UTICA, N.Y. -- It doesn't look like much yet, but this three feet deep concrete slab is the beginning of one of the most anticipated projects in the Mohawk Valley.
"We're at the beginning construction phases," said project director Bruno Ozols.
"For anybody who's been in Utica for any length of time knows the condition of our city and the challenges we've had economically. This is like a shot in the arm we've been waiting for," said Tony Myers, a Utica resident.
It's called QUAD C, a nanotechnology facility being built on SUNY IT's campus in Utica.
President of SUNY IT, Robert Geer, said, "It's going to be a multi-story clean room in which researchers can come and develop nano-electronics. They essentially take their chips and stack them or interconnect them to make new types of devices, new types of technologies."
The design and construction of these kinds of facilities is extremely advanced. As the building can't have any vibrations and the air has to be 100 times cleaner than a hospital operating room.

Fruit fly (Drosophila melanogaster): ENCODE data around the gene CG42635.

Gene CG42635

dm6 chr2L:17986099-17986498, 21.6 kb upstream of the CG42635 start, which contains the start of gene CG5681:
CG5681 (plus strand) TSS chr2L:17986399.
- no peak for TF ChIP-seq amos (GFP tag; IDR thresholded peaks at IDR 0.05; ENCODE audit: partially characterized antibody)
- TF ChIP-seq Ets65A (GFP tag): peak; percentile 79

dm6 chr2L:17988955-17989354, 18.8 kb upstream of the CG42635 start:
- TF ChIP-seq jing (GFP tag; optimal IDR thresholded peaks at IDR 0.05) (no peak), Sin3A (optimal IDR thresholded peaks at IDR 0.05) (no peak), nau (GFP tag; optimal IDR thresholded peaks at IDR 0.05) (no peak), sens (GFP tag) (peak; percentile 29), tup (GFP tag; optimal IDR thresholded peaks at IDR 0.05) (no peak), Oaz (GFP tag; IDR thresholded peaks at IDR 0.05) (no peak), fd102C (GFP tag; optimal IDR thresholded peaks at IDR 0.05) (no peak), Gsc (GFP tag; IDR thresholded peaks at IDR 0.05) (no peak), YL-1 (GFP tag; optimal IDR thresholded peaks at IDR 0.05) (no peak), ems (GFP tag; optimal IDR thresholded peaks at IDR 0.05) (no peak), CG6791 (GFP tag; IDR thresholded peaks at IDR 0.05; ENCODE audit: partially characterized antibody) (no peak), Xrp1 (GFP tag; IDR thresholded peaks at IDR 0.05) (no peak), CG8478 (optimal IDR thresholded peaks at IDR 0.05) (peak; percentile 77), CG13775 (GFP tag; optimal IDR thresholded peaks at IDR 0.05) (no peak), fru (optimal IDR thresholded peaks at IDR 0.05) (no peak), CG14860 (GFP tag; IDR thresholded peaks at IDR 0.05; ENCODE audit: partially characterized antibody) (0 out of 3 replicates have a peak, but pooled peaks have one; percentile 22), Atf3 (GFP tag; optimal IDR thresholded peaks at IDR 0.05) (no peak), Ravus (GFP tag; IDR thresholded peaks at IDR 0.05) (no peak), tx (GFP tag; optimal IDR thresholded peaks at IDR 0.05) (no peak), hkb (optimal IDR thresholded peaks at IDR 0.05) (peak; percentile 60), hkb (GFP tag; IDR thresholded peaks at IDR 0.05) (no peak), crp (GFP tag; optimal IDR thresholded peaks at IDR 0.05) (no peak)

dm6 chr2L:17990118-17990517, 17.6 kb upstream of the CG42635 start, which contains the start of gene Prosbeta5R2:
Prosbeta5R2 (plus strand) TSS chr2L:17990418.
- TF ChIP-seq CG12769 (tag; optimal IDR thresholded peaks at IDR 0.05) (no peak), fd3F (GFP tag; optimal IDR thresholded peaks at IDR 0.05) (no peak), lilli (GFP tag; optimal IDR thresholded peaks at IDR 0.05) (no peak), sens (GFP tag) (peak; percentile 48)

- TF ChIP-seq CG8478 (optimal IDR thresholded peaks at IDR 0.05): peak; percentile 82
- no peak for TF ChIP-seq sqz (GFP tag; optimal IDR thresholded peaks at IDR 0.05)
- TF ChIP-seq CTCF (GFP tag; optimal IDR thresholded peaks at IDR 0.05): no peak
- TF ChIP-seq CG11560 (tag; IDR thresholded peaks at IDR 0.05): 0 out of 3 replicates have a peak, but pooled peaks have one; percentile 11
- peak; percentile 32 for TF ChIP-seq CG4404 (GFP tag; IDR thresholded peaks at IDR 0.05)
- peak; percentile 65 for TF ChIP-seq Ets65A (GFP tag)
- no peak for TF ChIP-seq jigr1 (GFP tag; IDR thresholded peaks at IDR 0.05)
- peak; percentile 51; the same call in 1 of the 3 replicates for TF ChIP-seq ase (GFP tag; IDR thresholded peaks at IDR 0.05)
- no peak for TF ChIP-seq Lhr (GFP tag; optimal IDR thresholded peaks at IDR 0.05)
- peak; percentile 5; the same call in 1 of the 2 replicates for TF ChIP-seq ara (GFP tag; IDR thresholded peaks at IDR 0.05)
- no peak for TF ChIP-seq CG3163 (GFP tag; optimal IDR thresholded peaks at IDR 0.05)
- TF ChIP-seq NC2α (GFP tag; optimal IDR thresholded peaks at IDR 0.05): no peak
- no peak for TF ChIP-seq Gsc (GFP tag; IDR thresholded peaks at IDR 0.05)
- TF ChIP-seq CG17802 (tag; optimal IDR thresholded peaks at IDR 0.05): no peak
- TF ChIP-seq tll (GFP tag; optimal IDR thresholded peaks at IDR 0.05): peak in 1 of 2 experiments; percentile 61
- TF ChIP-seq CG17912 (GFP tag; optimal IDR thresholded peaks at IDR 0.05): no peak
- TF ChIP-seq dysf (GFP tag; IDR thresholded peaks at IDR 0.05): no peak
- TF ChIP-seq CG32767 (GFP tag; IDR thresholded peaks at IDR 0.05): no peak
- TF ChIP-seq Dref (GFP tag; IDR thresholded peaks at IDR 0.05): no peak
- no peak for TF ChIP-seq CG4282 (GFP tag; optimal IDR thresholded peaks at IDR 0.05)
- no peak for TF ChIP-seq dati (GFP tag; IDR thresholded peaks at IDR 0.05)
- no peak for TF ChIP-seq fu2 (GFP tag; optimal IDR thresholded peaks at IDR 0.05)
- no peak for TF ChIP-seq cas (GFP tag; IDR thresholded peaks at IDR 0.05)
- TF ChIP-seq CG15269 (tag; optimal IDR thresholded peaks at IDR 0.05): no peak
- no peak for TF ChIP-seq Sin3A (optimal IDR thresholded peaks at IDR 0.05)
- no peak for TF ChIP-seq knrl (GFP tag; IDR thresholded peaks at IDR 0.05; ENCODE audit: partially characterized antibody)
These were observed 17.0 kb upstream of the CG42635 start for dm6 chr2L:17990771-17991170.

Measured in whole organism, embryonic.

Ozols said, "This will be the only double stacked clean room, one clean room over another, in the university system. So it's a great accomplishment and the only one in the United States for a university system."
On Saturday, SUNY IT invited the public to get an inside look into the construction process. They listened to speakers share what nanotechnology is, how the facility is being built and how it will impact the community.
Geer said, "It's not for someone else, it's for them. Whether it's a business they work at, whether it's a student, a child of theirs, whether it's a friend, that they see this as an investment that's going to pay back for people in the community for people in the region."
After decades of discussions and years of planning, an end to this project is finally in sight. By the end of December, the walls should be built. Then they'll begin working on the interior infrastructure. QUAD C is expected to be completed by the end of 2014.
Plans to build the Marcy Nanocenter, a separate facility near SUNY IT's campus, are still in the works. In need of a few more permits, officials say they hope to break ground for this project by next year.